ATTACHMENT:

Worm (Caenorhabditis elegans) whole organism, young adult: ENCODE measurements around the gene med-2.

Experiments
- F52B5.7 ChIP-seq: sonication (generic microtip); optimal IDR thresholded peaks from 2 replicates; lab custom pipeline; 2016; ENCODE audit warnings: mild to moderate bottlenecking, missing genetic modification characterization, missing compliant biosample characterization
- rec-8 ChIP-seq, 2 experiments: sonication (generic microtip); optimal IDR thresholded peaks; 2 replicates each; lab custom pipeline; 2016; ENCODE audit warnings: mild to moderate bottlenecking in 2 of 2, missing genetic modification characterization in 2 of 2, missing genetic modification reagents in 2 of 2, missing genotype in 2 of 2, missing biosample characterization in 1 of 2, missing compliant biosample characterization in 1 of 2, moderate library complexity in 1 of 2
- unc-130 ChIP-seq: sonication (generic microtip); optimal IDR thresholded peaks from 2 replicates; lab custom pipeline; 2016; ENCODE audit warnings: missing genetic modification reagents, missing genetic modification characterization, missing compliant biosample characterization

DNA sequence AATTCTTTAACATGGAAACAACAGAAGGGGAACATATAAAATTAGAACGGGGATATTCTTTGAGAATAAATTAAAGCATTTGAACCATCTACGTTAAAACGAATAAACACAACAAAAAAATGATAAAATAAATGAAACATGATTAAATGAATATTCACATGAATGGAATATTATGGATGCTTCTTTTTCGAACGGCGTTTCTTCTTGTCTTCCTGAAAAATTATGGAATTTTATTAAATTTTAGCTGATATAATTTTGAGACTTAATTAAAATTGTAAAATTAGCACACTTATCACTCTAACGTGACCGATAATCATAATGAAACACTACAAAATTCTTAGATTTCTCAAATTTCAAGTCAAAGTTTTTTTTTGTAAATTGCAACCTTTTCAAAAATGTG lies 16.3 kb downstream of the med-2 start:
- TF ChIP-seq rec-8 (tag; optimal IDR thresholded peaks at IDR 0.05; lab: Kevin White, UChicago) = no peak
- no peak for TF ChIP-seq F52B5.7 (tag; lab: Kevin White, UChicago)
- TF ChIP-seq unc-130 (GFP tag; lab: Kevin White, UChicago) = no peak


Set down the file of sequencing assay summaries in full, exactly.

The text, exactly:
Worm (Caenorhabditis elegans) whole organism, young adult: ENCODE measurements around the gene med-2.

Experiments
- F52B5.7 ChIP-seq: sonication (generic microtip); optimal IDR thresholded peaks from 2 replicates; lab custom pipeline; 2016; ENCODE audit warnings: mild to moderate bottlenecking, missing genetic modification characterization, missing compliant biosample characterization
- rec-8 ChIP-seq, 2 experiments: sonication (generic microtip); optimal IDR thresholded peaks; 2 replicates each; lab custom pipeline; 2016; ENCODE audit warnings: mild to moderate bottlenecking in 2 of 2, missing genetic modification characterization in 2 of 2, missing genetic modification reagents in 2 of 2, missing genotype in 2 of 2, missing biosample characterization in 1 of 2, missing compliant biosample characterization in 1 of 2, moderate library complexity in 1 of 2
- unc-130 ChIP-seq: sonication (generic microtip); optimal IDR thresholded peaks from 2 replicates; lab custom pipeline; 2016; ENCODE audit warnings: missing genetic modification reagents, missing genetic modification characterization, missing compliant biosample characterization

DNA sequence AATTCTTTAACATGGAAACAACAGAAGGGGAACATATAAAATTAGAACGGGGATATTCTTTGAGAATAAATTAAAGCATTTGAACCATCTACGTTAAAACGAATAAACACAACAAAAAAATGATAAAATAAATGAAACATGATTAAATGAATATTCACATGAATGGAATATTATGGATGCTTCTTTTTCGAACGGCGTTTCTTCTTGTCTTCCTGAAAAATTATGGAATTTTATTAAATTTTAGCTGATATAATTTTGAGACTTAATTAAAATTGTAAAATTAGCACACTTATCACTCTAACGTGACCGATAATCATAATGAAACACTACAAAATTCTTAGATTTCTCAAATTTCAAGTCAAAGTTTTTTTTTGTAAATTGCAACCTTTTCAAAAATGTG lies 16.3 kb downstream of the med-2 start:
- TF ChIP-seq rec-8 (tag; optimal IDR thresholded peaks at IDR 0.05; lab: Kevin White, UChicago) = no peak
- no peak for TF ChIP-seq F52B5.7 (tag; lab: Kevin White, UChicago)
- TF ChIP-seq unc-130 (GFP tag; lab: Kevin White, UChicago) = no peak